The landlord of a Toronto condo is being forced to pay at least $8,500 to cover the costs of his “nuisance-causing” tenant, a recent tribunal hearing found.
On Feb. 10, the Condominium Authority Tribunal (CAT) found both the owner, Frank Micoli, and the tenant, Ilan Philosophe, of the Yonge Street and St. Clair Avenue condo equally responsible for the tenant’s “annoying” behavior.
In the documents, CAT Vice-Chair Michael Clifton decided Micoli needs to pay $8,551.50 to cover legal costs, and both Micoli and Philosophe to jointly and severally pay $18,239.60 to the corporation that manages the condo building.
The CAT confirmed to CTV News Toronto this is the “highest costs order awarded by the Tribunal to date.”
According to the decision, Philosophe moved into the building in July 2021, and began to cause “nuisances, annoyances, or disruptions for other residents and the condominium’s staff.”
The “annoying and disruptive conduct” included him leaving food containers in the hallway for long periods of time, causing “foul smells and tripping hazards,” and “excessive noise,” the decision said.
Clifton also said there was a “consistent pattern of abuse and aggression” toward building staff, and a lack of compliance with the condo’s COVID-19 regulations.
In November 2021, the condo’s legal counsel wrote to both Philosophe and Micoli to outline these concerns, the documents said. Despite that, the decision notes the building’s security staff recorded about 30 more incidents and received several complaints from residents.
Meanwhile, Philosophe and his lawyer argued the condo board was using the tribunal to “force” him out of the building, suggesting the case is motivated by a staff member’s “personal vendetta” following an “initial altercation.”
Details of the alleged altercation were not brought forward in the case, and the condo corporation denied it. Clifton said in the decision it’s reasonable to accept it could have happened, but ultimately decided the allegation that this “entire case is motivated solely by such alleged animus is not persuasive.”
The vice-chair said Micoli “barely participated” throughout the case proceedings, falling in line with the condo corporation’s argument that he has had a “laissez-faire” attitude regarding all of the complaints made about his unit’s residents.
Consequently, Clifton said his “lack of reasonable efforts” to address Philosophe’s conduct placed the burden onto the condo corporation to take matters into their own hands – including the costs of this case – which is why the vice-chair thought it would be appropriate to award Micoli a “substantial portion of those costs.”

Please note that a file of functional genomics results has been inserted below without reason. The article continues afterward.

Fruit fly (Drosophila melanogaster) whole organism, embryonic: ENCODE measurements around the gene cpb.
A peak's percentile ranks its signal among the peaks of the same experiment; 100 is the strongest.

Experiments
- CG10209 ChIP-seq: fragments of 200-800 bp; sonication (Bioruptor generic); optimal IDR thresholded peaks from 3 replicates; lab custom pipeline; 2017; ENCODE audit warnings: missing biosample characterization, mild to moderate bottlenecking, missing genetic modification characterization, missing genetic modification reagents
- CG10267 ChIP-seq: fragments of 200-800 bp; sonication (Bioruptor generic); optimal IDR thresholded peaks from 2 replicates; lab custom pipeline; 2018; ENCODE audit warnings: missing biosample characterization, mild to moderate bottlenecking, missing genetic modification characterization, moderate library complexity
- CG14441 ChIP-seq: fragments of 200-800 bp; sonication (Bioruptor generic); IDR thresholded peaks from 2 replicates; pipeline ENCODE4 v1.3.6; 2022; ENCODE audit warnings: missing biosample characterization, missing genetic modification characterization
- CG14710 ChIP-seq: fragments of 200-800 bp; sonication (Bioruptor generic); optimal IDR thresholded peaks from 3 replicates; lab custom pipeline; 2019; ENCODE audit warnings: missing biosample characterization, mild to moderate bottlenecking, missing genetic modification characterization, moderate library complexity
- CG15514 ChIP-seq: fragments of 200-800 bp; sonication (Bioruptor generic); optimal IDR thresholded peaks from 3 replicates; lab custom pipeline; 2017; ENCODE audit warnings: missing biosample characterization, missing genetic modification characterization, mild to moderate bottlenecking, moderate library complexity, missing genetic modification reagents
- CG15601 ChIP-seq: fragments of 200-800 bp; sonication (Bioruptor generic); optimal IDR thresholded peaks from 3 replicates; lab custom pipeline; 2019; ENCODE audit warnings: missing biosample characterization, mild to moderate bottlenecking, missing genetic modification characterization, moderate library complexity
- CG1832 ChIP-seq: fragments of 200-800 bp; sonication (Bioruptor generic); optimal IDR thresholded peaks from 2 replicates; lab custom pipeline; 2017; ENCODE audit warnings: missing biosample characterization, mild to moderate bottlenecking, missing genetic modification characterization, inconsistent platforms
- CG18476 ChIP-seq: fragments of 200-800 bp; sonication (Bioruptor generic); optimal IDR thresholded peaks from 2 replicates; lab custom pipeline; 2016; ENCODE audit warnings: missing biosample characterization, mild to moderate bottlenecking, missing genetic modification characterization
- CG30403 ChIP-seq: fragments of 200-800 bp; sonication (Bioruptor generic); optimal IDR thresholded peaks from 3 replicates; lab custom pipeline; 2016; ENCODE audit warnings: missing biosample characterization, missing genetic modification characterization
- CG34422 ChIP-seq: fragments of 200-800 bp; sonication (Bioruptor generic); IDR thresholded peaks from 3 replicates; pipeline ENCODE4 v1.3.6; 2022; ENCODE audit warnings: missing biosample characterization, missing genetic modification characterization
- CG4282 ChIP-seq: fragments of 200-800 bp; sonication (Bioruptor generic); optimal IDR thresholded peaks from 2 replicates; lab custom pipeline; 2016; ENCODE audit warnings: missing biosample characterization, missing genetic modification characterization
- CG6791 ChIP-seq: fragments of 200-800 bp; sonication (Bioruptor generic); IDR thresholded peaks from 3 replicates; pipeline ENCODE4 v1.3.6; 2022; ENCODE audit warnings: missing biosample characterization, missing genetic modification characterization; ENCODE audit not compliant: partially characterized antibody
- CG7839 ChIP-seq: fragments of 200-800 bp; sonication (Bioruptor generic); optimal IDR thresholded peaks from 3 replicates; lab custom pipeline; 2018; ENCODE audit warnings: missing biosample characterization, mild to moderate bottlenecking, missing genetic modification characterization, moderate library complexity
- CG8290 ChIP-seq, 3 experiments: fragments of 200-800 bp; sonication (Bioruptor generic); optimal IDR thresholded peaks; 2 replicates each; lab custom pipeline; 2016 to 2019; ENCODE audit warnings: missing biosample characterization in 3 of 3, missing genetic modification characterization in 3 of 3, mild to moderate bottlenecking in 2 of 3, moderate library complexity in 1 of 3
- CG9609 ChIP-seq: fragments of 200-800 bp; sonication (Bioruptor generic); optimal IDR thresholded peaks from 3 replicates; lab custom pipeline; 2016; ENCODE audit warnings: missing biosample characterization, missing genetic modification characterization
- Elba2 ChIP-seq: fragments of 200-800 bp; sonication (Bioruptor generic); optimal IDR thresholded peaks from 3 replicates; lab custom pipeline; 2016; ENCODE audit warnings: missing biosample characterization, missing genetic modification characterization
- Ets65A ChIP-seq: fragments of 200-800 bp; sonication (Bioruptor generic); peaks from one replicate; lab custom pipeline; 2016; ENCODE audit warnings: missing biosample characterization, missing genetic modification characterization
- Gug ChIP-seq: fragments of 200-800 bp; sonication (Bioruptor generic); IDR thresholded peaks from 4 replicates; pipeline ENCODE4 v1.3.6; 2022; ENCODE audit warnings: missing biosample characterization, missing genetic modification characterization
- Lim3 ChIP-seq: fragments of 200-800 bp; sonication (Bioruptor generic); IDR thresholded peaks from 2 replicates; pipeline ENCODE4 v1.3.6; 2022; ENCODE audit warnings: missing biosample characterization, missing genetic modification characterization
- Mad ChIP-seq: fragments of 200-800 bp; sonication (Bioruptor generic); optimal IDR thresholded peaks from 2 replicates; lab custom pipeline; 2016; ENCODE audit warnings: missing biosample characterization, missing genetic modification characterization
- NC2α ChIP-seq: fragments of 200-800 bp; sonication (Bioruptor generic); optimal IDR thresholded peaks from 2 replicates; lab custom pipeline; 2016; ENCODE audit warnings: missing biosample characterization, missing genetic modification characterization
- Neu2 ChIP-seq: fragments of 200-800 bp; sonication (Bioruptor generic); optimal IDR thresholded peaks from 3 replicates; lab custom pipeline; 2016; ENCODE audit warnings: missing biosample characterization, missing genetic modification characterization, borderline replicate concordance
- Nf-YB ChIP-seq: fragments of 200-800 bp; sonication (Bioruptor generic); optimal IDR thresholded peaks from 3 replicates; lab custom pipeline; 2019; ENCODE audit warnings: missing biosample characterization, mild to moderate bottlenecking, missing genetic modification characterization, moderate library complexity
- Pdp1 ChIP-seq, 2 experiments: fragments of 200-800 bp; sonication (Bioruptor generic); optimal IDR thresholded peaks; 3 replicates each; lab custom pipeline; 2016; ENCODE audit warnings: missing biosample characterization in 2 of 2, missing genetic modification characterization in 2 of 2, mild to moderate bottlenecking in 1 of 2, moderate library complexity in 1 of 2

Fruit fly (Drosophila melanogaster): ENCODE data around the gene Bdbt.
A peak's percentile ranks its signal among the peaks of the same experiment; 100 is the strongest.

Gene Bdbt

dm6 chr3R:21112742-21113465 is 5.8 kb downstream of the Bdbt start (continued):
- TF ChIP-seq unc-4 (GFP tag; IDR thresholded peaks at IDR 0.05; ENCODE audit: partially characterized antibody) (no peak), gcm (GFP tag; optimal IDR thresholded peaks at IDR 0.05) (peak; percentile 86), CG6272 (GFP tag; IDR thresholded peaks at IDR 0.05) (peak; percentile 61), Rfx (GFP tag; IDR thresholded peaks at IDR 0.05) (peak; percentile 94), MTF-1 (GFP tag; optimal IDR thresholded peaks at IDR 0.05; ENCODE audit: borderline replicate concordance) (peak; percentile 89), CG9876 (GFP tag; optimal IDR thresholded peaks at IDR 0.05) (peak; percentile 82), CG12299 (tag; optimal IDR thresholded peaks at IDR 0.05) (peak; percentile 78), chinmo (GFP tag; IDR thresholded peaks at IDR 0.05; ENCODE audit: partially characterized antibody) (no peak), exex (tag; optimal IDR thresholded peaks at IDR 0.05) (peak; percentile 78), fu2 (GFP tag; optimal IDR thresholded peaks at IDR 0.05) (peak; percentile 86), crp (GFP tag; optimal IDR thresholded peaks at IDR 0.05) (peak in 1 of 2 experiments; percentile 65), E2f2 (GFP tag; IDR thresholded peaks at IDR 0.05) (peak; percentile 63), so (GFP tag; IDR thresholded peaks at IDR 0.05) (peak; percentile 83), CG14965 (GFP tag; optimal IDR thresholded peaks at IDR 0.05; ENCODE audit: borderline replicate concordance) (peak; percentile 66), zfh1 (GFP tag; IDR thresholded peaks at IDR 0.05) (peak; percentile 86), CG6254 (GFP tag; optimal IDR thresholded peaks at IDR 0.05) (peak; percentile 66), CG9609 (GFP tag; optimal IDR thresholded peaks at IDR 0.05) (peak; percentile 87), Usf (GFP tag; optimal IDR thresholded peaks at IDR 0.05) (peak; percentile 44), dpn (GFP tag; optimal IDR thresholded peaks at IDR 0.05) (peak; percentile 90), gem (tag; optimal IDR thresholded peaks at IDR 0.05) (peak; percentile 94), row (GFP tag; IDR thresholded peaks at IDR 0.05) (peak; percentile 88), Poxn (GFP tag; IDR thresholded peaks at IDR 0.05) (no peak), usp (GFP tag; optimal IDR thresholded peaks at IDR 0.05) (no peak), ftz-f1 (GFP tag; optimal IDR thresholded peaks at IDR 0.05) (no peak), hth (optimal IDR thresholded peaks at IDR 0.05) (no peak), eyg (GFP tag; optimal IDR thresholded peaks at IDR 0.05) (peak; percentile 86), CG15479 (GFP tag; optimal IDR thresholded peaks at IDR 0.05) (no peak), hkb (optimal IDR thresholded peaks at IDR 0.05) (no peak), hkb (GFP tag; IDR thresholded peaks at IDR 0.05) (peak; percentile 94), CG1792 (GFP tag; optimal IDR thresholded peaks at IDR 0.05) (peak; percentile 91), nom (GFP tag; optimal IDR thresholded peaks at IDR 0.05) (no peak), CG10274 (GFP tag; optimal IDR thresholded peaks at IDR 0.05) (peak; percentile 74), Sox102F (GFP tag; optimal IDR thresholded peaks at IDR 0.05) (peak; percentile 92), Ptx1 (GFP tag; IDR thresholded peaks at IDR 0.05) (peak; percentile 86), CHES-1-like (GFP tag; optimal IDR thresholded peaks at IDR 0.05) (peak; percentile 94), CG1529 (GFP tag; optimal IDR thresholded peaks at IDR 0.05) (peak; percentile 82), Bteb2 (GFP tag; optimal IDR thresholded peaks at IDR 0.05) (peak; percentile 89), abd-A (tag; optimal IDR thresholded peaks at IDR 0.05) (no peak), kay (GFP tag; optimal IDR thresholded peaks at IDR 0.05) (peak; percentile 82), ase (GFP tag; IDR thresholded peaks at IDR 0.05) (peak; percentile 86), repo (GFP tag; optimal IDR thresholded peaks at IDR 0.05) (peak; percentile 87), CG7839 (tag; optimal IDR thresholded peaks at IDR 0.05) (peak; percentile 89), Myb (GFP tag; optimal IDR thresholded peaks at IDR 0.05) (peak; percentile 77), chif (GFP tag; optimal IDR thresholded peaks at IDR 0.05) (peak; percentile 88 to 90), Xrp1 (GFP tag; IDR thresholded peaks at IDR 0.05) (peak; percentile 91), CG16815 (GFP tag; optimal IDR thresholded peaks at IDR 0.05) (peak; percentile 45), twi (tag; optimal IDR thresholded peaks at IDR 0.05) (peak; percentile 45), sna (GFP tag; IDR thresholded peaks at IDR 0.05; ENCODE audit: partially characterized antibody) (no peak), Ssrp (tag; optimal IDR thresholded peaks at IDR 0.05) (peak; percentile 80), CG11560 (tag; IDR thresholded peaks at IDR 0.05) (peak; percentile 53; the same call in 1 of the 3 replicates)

According to the documents, Micoli had reportedly started to file an application to resolve an issue with Philosophe with the CAT, but the condo corporation said in the proceedings he did not end up pursuing it.
The Landlord and Tenant Board (LTB), which oversees landlord and tenant disputes, told CTV News Toronto it could not find any applications by Micoli to evict Philosophe.
“The unrefuted testimony of the parties is that [the condo owner] failed to take any reasonable steps to address the issue of his tenant’s long-standing non-compliance,” Clifton wrote.
Philosophe had previously expressed intentions of moving out of the unit “at some point in the near future,” and Clifton wrote in his decision that “it will likely be better for all parties that he does.”
Until he moves out, Clifton ordered Philosophe to cease all disruptive conduct while in his unit and anywhere else on the property, and Micoli to follow through on his statutory obligation to ensure his tenant respects the condo’s rules.
‘DYSFUNCTIONAL LOVE TRIANGLE’
Rod Escayola, partner with Gowling WLG whose practice focuses in condominium law, said this case demonstrates costly lessons for both the owner and tenant of a unit.
Speaking to CTV News Toronto about the case, Escayola said Micoli “appears to be taking the benefits of being a landlord … but they don’t want to be the one dealing with the downside.”
Marc Goldgrub, a lawyer at Green Economy Law Professional Corporation, said the condo owner’s responsibility was to, first and foremost, tell Philosophe to stop the disruptive conduct or be evicted from the unit.
“He could have done that in emails, letters, written communications, should have CC’d the condominium corporation. It would have been good if he had a lot of evidence to show that he was on top of this, which he didn’t,” Goldgrub said.
Escayola said what this particular case has done has exposed the “dysfunctional love triangle” between the condo corporation, the condo owner, and the tenant.
“And that’s because they each have a relationship with each other that’s independent from one another. The corporation can regulate the owner, easily. The owner can regulate the tenant, and vice versa. But, there’s no real relationship between the corporation and the tenant,” he said.